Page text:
Managing Director of Fintech Research at Cornerstone Advisors
“A new company called Breach Clarity may have a better approach. The company analyzes every publicly reported U.S. data breach based on more than 1,000 factors, then computes a score for each breach and provides consumers with recommendations on what they should do. Breach Clarity’s approach goes beyond just providing information and advice. By analyzing the types of data that were breached, the firm can predict what types of financial crimes could be committed in the future.”
A cyberattack against Light Tower Financial Strategies allowed the perpetrator to gain unauthorized access to a computer containing sensitive personal information on Light Tower’s clients. Exposed data types include Social Security numbers, credit and debit card information, driver’s license numbers, contact information, and more.
What should you do? Any time a breach exposes data that is this sensitive, victims should take the time to make sure that they have put essential protections in place across all aspects of their identity. This includes locking or freezing your credit report; using strong authentication on your bank accounts, email, and other important services; and making sure that you have set up alerts for suspicious activity on your accounts.
A ransomware attack against Walsh Brothers compromised files containing sensitive personal information. In ransomware attacks, the goal of the attack is typically to extort the infected organization into paying to regain access to their files, although some ransomware strains also take the encrypted files and send them to the group managing the malware. Compromised data types include Social Security numbers, driver’s license numbers, financial account information, and contact information.
What should you do? This breach carries a high risk of account takeover – unauthorized access to victims’ bank accounts. Setting up strong authentication, such as use of temporary passcodes at login, can protect your financial accounts. Victims should also review the alerts offered by their bank or credit union to ensure that they are notified of suspicious login attempts or transfers out of their bank accounts.
The personal information of customers of Recology King County was compromised in a ransomware attack against Automatic Fund Transfer Services, Inc. This is a continuation of the same incident we highlighted last week involving four Washington Cities. Unfortunately, while those cities used AFTS to process paper checks and consequently only exposed fairly low-value data, the data exposed for Recology customers includes credit and debit card information in addition to names, contact information, and images of checks.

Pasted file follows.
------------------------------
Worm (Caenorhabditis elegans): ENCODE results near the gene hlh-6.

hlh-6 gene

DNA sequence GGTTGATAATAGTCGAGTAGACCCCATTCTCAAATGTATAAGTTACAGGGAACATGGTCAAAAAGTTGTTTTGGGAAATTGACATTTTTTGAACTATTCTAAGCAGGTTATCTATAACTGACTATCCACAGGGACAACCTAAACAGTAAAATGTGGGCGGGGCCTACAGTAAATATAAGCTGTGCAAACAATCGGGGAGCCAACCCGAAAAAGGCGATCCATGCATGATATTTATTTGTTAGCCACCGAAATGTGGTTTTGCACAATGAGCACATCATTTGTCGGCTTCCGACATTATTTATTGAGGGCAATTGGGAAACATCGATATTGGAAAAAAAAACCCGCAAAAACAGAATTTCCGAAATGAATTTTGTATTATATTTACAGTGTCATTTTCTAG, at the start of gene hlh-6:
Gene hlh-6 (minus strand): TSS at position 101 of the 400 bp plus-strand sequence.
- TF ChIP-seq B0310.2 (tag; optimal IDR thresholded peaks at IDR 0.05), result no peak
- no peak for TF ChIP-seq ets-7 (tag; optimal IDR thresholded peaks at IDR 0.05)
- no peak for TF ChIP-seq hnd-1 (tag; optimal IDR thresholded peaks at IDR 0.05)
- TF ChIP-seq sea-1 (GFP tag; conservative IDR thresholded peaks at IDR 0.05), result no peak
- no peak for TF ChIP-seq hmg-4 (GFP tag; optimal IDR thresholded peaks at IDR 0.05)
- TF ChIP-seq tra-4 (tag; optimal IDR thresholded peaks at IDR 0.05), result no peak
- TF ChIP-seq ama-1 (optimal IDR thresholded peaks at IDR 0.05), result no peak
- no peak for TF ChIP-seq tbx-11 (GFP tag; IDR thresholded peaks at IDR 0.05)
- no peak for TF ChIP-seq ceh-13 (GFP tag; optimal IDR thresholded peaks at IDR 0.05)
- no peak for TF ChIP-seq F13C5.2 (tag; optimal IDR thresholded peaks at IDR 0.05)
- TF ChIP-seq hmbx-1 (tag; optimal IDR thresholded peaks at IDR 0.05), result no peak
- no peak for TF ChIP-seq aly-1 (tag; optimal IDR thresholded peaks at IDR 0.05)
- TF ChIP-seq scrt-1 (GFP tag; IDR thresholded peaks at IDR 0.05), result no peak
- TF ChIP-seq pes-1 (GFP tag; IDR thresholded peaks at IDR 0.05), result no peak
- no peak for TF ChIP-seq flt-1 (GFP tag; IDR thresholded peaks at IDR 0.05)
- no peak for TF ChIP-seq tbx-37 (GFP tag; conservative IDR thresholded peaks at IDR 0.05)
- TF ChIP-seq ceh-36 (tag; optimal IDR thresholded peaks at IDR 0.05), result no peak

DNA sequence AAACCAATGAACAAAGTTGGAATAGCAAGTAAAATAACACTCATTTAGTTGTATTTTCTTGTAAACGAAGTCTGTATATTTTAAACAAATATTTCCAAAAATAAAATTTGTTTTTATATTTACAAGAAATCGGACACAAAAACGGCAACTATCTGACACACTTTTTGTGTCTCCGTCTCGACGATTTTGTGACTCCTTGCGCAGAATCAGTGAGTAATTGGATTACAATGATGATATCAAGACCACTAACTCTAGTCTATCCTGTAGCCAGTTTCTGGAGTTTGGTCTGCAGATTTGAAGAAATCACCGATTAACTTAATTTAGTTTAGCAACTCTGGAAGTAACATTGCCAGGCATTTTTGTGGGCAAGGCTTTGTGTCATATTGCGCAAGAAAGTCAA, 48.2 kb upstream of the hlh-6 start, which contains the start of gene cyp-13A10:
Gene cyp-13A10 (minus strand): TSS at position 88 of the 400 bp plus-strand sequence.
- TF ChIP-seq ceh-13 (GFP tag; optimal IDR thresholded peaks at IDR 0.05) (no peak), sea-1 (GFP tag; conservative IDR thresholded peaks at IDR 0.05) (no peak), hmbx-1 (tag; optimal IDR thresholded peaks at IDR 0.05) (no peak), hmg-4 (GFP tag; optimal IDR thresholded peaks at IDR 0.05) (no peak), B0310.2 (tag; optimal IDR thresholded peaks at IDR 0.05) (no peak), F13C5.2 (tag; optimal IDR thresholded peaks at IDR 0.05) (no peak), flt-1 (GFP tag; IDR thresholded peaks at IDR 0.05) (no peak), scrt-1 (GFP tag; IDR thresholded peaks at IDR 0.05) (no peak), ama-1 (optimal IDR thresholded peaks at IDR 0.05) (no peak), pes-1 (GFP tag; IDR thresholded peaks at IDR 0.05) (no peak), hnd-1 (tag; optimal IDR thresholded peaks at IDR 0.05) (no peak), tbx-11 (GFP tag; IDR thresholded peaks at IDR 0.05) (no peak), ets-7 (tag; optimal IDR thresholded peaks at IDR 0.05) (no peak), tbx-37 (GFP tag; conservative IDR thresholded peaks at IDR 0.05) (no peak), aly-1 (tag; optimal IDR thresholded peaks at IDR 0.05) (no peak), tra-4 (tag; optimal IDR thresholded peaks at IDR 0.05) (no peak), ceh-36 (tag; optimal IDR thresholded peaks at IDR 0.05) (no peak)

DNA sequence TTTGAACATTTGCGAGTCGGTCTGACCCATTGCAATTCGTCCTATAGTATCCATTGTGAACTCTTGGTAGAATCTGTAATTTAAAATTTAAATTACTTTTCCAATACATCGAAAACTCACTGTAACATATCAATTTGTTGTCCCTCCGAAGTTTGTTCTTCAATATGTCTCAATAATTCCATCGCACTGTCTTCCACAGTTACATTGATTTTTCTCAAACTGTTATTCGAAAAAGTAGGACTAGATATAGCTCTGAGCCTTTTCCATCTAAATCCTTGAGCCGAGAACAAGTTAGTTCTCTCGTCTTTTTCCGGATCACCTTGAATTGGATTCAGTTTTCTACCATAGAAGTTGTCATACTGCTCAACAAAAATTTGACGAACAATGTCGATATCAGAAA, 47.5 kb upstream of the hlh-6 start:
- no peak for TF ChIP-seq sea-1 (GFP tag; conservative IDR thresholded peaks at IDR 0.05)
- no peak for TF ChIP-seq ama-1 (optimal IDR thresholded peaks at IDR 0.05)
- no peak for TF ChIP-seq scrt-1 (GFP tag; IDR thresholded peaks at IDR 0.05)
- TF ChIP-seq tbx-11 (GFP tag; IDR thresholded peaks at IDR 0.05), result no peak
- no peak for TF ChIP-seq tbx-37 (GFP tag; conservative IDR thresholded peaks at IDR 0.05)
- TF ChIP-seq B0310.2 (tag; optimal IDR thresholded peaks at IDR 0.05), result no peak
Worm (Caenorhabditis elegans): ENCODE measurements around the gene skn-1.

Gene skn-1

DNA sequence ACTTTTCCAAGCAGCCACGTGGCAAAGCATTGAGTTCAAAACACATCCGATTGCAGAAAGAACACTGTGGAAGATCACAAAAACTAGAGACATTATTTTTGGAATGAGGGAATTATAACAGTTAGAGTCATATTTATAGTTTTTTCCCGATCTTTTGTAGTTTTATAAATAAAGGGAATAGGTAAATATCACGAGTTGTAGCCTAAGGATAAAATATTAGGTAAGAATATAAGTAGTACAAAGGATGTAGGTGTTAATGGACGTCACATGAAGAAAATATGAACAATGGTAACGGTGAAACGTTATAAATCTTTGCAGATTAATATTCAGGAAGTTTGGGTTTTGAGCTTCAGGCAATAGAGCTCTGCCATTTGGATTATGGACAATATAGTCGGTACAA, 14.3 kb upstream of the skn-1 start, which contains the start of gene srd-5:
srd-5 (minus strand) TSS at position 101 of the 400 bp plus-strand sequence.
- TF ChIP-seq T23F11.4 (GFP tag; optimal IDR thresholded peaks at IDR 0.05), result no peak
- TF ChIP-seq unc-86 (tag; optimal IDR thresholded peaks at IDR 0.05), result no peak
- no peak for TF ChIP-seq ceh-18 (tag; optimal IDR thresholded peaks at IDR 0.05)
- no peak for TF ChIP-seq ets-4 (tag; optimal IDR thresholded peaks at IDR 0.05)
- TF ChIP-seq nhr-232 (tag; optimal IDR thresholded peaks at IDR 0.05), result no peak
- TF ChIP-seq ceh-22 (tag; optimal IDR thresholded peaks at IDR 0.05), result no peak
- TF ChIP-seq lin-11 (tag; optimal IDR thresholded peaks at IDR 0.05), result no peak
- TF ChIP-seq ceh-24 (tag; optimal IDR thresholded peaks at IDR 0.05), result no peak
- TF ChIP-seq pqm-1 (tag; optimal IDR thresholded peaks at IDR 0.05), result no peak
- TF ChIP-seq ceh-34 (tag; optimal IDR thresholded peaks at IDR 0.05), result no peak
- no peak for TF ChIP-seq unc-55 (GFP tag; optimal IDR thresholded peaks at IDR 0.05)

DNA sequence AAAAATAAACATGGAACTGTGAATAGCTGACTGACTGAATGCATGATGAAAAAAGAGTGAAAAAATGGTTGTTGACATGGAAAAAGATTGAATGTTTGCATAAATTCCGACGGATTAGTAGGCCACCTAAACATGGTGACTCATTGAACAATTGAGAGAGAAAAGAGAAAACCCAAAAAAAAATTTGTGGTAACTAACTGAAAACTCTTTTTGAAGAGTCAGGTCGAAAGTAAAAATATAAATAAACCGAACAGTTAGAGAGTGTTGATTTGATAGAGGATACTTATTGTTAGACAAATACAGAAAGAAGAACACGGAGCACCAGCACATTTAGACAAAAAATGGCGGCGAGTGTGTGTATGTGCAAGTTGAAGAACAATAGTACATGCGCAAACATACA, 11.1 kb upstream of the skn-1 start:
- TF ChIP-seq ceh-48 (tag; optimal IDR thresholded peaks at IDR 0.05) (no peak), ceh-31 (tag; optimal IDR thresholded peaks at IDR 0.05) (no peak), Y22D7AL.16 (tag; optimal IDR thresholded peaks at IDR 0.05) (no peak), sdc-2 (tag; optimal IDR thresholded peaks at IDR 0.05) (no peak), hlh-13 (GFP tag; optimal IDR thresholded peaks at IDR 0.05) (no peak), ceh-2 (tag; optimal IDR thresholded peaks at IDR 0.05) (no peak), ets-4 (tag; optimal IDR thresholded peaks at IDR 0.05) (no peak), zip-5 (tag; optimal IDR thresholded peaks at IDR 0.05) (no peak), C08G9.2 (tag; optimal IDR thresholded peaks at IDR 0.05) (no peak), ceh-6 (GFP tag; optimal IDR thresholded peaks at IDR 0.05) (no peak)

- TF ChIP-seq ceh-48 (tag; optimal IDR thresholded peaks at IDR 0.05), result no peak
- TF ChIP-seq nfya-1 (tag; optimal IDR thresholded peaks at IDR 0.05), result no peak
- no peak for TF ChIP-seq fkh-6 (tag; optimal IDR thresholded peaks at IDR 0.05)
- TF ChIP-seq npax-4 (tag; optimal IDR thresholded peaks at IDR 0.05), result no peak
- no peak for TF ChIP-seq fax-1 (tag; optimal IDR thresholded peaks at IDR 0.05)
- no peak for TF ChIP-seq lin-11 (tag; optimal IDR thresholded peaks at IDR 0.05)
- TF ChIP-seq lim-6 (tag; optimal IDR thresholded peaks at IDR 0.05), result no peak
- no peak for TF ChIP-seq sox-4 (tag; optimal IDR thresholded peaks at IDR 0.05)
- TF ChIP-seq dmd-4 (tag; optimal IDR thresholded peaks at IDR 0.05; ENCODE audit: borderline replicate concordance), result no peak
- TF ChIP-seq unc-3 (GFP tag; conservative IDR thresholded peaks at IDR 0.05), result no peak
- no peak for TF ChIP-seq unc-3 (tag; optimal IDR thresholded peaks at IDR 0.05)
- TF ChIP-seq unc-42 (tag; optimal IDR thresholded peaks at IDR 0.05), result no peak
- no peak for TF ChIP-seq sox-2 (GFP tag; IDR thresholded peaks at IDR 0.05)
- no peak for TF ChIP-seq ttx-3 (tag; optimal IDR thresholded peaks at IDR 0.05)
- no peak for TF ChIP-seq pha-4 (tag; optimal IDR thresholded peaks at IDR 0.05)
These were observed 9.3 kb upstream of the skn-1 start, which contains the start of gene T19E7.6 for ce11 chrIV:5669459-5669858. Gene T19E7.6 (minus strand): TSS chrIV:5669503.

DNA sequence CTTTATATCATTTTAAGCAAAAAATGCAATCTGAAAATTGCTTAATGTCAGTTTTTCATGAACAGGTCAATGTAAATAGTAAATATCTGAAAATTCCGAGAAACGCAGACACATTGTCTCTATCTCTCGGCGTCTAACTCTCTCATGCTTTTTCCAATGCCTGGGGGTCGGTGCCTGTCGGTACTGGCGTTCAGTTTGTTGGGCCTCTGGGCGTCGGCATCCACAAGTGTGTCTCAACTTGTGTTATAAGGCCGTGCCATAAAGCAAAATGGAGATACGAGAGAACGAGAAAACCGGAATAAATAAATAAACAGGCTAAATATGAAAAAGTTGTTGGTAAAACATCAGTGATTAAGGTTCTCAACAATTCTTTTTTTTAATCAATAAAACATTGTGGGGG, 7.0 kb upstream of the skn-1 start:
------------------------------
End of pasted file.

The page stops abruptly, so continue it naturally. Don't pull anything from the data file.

What should you do? When credit or debit card data is stolen, you should contact your issuer to determine whether you need a replacement card. Many card issuers also allow you to set up alerts for large or unusual purchases. These alerts can help you quickly identify suspicious activity and notify your bank or credit union of the fraud.
A ransomware attack against Warehouse Services, Inc. compromised files containing sensitive personal information, including Social Security numbers, financial account information, names, addresses, and dates of birth. In ransomware attacks, the goal of the attack is typically to extort the infected organization into paying to regain access to their files, although some ransomware strains also take the encrypted files and send them to the group managing the malware.
What should you do? Since the information stolen in this breach creates a high risk of fraudulently opened credit (loan accounts), safeguards like locking or freezing your credit are the best place to start. If you expect to need to have your credit account unlocked, enrolling in credit monitoring through the provider offered by the breached organization or through a free service can help keep you informed of potentially suspicious changes to your credit report.